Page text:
Good Sleep, More Physical Activity, Fewer Sedentary Behaviors Can Reduce Risk of Dementia by 41%: A Cohort Study

Chinese medical experts discovered through a cohort study including more than 430,000 participants (median follow-up 9.0 years) that a combination of seven hours of sleep/day, moderate-to-high leisure-time physical activity (LPTA), and low-to-moderate sedentary behavior can reduce the risk of dementia by 41%. These three types of regulatory behaviors have a combined effect over the risk of dementia.


According to the study, sleep duration associated with dementia in a U-shape; LTPA revealed a curvilinear relationship with dementia in diminishing tendency, while sedentary behavior revealed a J-shaped relationship. The clinical research team, led by Jintai Yu, Tianqiao and Chrissy Chen Institute (TCCI) Investigator and Professor of the Neurology Department of Fudan University-affiliated Huashan Hospital collaborated with Wei Cheng, Investigator at Institute of Science and Technology for Brain-Inspired Intelligence (ISTBI), and their research was published in the journal Molecular Psychiatry.


Professor Yu, found more and more studies indicating that the three types of daily behaviors including sleep, physical activity and sedentary actions are associated with the risk of dementia. Relevant studies, however, usually focus on the influence of individual behavior in dementia. Prior to this, there was no evidence clarifying the joint effect of sleep, physical activity, and sedentary actions on dementia.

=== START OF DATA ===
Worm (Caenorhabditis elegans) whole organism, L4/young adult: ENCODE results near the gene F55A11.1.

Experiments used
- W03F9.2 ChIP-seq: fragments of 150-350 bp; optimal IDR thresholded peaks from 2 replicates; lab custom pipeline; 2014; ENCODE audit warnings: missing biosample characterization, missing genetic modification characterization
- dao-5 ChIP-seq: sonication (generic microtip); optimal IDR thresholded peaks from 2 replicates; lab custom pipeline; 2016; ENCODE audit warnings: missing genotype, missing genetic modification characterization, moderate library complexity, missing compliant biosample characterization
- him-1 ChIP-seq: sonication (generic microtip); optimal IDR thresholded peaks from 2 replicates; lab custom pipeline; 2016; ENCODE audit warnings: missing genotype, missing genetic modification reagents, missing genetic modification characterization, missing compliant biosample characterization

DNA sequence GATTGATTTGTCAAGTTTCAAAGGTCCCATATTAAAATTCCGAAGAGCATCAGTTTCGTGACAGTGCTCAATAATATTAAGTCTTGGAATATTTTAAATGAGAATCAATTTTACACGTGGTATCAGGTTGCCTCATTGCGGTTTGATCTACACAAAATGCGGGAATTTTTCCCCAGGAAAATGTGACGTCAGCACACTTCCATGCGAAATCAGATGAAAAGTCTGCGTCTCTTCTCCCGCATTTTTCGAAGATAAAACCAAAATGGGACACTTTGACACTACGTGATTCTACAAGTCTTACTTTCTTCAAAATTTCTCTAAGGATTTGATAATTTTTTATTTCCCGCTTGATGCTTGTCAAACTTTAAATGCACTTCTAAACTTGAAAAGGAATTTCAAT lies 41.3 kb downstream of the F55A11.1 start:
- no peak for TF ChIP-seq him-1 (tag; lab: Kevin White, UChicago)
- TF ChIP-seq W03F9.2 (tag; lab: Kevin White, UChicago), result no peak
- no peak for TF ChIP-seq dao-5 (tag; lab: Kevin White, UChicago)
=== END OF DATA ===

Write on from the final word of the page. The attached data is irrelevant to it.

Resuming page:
The research shows that the optimal sleep duration is seven hours per day. Oversleep or insufficient sleep will increase the risk of dementia. More physical activities will also reduce the risk but if LTPA reaches relatively high levels (for example 360 minutes walking per week, 300 minutes of moderate activity or 150 minutes of vigorous activity), further physical activity will no longer lower the risk of dementia. Being sedentary for up to four hours will not affect the risk of dementia but longer than that will.


Read more on Molecular Psychiatry’s site


*Photo: PixaBay, Sasin Tipchai*